What Is Lordosis?

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Your spine’s not supposed to be perfectly straight. A healthy spine has three gentle curves—two curves, in the neck and lower back, that reach toward the front of the body, known as lordosis, and one called kyphosis in the upper back that bows outward. These curves help your spine absorb shock, support your head, and keep your body stable.

But, too much of a good thing can be not so good. When the lordosis curve at your lower back or (less frequently) your neck becomes too pronounced, you’re said to have hyperlordosis (somewhat confusingly also referred to as just lordosis), which can bring with a host of problems such as low back pain, neck pain, numbness, weakness, and more. Here’s how you can recognize if your lordosis curves are too extreme.  

What Is Lordosis?

Lordosis is defined as an excessive inward curve of the spine. It differs from the spine's normal curves at the cervical, thoracic, and lumbar regions, which are, to a degree, either kyphotic (near the neck) or lordotic (closer to the low back). The spine's natural curves position the head over the pelvis and work as shock absorbers to distribute mechanical stress during movement.
Various spinal deformity types, including lordosis.Lordosis is defined as an excessive inward curve of the spine. Photo Source: Shutterstock.

Different Types of Lordosis

Lordosis is found in all age groups. It primarily affects the lumbar spine, but can occur in the neck (cervical). When found in the lumbar spine, the patient may appear swayback, with the buttocks more prominent, and in general an exaggerated posture. Lumbar lordosis can be painful, too, sometimes affecting movement.

Lordosis of the Lower Back

As mentioned, the majority of lordosis cases affect the lower back. When someone has lordosis in the lower back, they can lie on a flat surface and have space between the lower back and the surface. Although low back pain is experienced by many with lordosis, the pain doesn’t immediately stem from the condition—it actually often derives from other surrounding factors, such as trunk weakness, short hamstrings, and weak thighs.

Lordosis of the Neck

Cervical lordosis is lordosis of the neck, and while it’s less common than lordosis of the lower back, it can happen. It can result in a “swayback” neck, and at times, the curve doesn’t compress any nerves or vertebrae. But it does mean that the curve causes the muscles of the neck to work even harder, which can result in neck pain, spasms, and restrained mobility.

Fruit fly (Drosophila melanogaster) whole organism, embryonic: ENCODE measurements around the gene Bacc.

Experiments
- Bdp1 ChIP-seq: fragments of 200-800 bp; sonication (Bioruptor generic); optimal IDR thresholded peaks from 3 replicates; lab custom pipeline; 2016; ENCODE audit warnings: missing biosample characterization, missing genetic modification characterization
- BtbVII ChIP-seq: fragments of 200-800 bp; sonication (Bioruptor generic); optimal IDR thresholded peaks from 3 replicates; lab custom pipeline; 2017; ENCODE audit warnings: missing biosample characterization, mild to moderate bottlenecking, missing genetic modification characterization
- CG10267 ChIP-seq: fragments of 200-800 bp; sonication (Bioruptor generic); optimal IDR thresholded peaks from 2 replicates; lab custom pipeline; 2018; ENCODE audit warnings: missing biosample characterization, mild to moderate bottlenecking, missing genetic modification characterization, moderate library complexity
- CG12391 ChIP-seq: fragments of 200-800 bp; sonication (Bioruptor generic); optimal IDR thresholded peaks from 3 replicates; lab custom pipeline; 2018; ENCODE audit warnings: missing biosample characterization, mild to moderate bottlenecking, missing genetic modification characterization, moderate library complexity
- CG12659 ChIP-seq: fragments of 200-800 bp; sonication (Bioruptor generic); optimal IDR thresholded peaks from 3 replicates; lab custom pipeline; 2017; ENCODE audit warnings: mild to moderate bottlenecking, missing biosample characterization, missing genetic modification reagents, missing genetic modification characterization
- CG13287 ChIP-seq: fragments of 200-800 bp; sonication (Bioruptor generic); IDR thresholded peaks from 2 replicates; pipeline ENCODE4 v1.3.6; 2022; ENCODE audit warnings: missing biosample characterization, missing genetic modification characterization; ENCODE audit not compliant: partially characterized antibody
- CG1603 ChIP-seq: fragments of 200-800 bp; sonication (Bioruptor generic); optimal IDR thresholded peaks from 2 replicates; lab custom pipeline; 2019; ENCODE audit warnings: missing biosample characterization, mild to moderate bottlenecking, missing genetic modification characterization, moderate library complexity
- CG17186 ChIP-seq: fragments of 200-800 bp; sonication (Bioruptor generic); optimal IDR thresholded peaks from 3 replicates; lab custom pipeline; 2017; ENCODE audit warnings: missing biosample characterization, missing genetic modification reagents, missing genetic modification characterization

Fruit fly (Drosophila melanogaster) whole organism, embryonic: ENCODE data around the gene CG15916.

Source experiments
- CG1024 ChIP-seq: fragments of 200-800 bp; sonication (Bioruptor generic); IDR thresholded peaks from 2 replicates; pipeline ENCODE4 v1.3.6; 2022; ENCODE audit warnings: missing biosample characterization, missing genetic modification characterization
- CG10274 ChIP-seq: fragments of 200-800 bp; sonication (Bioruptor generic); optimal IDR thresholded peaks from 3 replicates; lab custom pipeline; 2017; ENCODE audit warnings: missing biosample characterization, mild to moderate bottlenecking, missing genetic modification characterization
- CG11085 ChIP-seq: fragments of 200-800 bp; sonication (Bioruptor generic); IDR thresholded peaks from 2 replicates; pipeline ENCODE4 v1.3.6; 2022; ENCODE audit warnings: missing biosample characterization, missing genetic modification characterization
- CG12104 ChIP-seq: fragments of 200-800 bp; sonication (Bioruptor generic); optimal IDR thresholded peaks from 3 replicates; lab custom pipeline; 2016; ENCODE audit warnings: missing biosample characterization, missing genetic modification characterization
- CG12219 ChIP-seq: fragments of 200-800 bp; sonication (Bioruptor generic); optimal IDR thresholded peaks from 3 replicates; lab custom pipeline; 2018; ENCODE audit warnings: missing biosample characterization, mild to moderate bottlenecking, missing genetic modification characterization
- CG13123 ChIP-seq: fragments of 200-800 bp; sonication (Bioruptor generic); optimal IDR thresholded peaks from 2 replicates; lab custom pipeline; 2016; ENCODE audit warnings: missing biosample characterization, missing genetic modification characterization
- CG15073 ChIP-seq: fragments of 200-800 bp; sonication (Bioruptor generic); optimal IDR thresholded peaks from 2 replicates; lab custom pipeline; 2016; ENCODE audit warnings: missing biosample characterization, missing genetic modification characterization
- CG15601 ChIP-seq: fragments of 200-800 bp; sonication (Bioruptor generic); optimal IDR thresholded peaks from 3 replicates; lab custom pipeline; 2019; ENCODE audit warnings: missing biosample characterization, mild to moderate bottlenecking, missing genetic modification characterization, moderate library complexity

Common Causes of Lordosis

Certain disease processes can adversely affect the structural integrity of the spine and contribute to lordosis. Some common causes include: 

  • Discitis is inflammation of intervertebral disc space.
  • Kyphosis (eg 'humpback') may force the low back to compensate for the imbalance created by a curve occurring at a higher level of the spine.
  • Obesity may cause some overweight people to lean backward to improve balance. This has a negative impact on posture.
  • Osteoporosis is a bone density disease that may cause vertebrae to loose strength, compromising the spine's structural integrity.
  • Spondylolisthesis occurs when one vertebra slips forward in relation an adjacent one, usually in the lumbar spine.

Not every lordosis requires medical treatment. However, when the curve is rigid (fixed), medical evaluation is warranted.

Lordosis in Children

Children can experience lordosis as well. Gbolahan Okubadejo, MD, a New York City-area spinal and orthopedic surgeon, says that children can be born with lordosis, or they can form it due to poor posture, health issues, or problems with their hips. Most children with lordosis will look as though they have a “swayback” and may be unable to press their lower back to the floor when they lie down. While most cases of lordosis in children are congenital, adults tend to form lordosis due to obesity or a decrease in bone density, Dr. Okubadejo says. 

Lordosis in Pregnant Women

One population that frequently experiences lordosis is pregnant women, “especially those in their first pregnancy,” Dr. Okubadejo says. In fact, he says that around one-third of all pregnant women will experience severe lordosis.